Paula Mints gets an early start with 2013 solar energy list, RMI ponders new Maryland microgrid project, Walgreens store goes net zero
The Curator believes the Thanksgiving holiday should, as with Christmas shopping, unofficially mark the beginning of another season, that of the release of annual top 10 lists from across the subject-matter spectrum. Leave it to the effusive Paula Mints to get out of the gate before the crowd—and to not be able to limit herself to a predetermined number of items–on her “First Solar Energy Top Ten List of Things to Remember as We Exit 2013,” now posted and garnering comment at Renewable Energy World.
When not following the industry data where they lead her, the divinational Ms. M is not without her opinions. She would never be mistaken for a “goes along to get along” type of gal. Though you may not always agree with her (and I don’t), one can always appreciate her strongly held positions—and impassioned rants–on many of the pressing issues facing the solar industry. This year’s list includes her takes on solar leases, community solar, energy storage, fads versus trends, innovation, and public relations. One of my faves relates her view of the “solar is a commodity” kerfuffle, which finds its way onto her nonhierarchical list at number three.
“Let’s put to rest the unhelpful belief that a PV installation is a commodity,” she writes. “Electricity is a commodity, a photovoltaic system is not a commodity… nor is a solar panel. A PV system is the means of energy production and once installed, it helps its owner control energy costs and teaches the surrounding community a valuable lesson about energy independence as well as about how technology improves everyday lives. The closer to the load solar gets —that is, to the customer—the more the reality of energy independence inspires business models and the technology developers of tomorrow to imagine and create.” Then Paula goes all in with her concluding sentence: “Independence will never be commoditized.” (The Curator would add–with apologies to Gil-Scott Heron–“The revolution will not be commoditized.”)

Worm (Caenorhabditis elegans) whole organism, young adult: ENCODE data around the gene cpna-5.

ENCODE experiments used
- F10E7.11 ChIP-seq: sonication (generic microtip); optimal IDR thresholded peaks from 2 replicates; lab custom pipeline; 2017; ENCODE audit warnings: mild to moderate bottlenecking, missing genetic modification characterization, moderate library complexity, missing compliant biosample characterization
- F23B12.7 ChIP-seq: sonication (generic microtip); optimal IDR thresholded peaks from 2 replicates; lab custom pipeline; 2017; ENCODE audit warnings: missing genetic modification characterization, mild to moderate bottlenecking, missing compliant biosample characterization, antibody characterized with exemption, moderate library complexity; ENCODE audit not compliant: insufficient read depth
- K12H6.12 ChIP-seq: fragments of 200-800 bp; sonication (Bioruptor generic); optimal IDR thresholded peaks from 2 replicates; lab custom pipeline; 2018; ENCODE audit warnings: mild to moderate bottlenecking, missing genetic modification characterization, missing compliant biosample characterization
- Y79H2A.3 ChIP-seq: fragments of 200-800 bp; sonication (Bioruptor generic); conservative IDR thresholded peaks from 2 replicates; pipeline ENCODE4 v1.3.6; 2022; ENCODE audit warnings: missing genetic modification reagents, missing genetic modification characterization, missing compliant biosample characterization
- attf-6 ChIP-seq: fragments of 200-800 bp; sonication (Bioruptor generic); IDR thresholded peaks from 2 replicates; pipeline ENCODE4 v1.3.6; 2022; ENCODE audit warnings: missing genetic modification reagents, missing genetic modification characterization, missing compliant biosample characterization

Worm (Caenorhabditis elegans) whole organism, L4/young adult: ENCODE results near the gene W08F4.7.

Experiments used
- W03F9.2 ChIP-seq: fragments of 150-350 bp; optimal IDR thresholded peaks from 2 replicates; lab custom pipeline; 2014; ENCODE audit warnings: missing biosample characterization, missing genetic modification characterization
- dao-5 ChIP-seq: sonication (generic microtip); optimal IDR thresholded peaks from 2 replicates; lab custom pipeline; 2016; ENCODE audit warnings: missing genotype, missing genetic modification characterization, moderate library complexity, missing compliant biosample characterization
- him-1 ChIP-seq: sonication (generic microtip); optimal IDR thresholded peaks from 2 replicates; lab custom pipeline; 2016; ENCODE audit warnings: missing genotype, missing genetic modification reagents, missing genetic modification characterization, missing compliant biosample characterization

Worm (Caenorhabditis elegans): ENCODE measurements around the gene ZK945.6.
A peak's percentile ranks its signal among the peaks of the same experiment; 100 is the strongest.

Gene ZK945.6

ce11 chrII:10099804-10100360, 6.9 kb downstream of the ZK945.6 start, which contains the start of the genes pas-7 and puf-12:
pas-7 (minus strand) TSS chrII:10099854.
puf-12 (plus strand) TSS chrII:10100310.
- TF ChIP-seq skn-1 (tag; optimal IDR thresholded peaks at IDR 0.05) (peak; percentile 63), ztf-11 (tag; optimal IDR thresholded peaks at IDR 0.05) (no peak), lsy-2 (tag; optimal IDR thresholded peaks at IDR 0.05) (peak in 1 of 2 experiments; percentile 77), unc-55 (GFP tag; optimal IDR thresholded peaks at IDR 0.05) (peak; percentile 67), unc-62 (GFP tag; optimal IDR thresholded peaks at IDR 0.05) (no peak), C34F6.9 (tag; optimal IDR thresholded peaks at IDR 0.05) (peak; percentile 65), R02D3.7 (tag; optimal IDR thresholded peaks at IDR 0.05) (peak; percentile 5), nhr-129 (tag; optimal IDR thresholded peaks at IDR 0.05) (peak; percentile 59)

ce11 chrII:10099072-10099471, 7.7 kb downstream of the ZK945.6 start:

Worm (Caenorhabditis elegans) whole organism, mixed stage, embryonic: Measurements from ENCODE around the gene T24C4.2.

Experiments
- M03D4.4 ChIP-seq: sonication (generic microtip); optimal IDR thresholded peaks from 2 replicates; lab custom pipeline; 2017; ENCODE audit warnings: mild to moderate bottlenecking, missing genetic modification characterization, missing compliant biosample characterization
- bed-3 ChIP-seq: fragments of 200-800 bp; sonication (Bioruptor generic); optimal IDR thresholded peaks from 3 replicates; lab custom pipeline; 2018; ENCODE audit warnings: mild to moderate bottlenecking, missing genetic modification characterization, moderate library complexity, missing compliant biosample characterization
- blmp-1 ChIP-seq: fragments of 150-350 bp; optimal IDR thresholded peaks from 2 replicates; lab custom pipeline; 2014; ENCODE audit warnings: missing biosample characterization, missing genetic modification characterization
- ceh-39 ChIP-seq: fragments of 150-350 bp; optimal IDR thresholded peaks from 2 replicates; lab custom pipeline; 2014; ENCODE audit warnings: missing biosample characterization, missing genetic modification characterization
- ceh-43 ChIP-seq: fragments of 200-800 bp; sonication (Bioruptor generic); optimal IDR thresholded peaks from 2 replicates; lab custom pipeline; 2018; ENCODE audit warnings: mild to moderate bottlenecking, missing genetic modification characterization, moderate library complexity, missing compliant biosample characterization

Although she touches on the storage issue, a topic missing from Mints essay-list is the current state and future promise of microgrids. A recent post on the Rocky Mountain Institute’s “RMI Outlet” blog (and republished on GreenBiz) offers an account of sustainable real estate developer Konterra’s newly commissioned Laurel microgrid project and the prospects for similar commercial-scale sites that combine solar power installations, battery storage, LED lighting, EV charging stations, and the like to add “resiliency” to the energy infrastructure.
“The solar installation, which supplies 20% of the site’s annual power, doubles as a parking canopy,” the article notes. “Its battery banks can power a critical load of 50KW for just over four hours should grid power should go down completely, and are set to recharge during the day while the solar panels power the site…. But perhaps most interestingly, the site will be using its integrated grid-connected storage to generate revenue by participating in the ancillary services market (primarily through the provision of frequency regulation, synchronized reserve, and volt-ampere reactive [VAR] compensation acquired on a cost-basis).” The piece also details the role of Solar Grid Storage in the project. The company provided its lithium-ion batteries “virtually free of cost” to the site, since SGS makes its nut from “providing ancillary services to the grid,” such as load balancing and “power regulation services.” RMI’s Laurel case study provides a window into a project that could serve as a model for the possible proliferation of microgrids.
A tip of the Curator’s hat goes to Walgreens, not for their pharmaceutical and sundry offerings, but for the opening of what is being called the “first net-zero energy retail store” in the U.S. Located in the Chicago suburb of Evanston, the just-opened, likely-to-be-LEED platinum-certified outlet features a renewable energy trifecta of an 850-panel solar PV canopy system, a pair of 35-foot-tall wind turbines, and a geothermal “well” tapped about 550 feet below ground for heating and cooling. The store also features other energy efficiency measures, LEDs, daylighting, energy efficiency building materials, and more to help balance its net energy use to zilch. The company, which already has 150 locations and counting equipped with solar, is making serious hay about the project, with corporate Website resources and a better-than-average Facebook page devoted to the project. Nice to see the iconic consumer brand making the “green” in Walgreens stand for something.
PHOTO OF LAUREL PROJECT COURTESY OF STANDARD SOLAR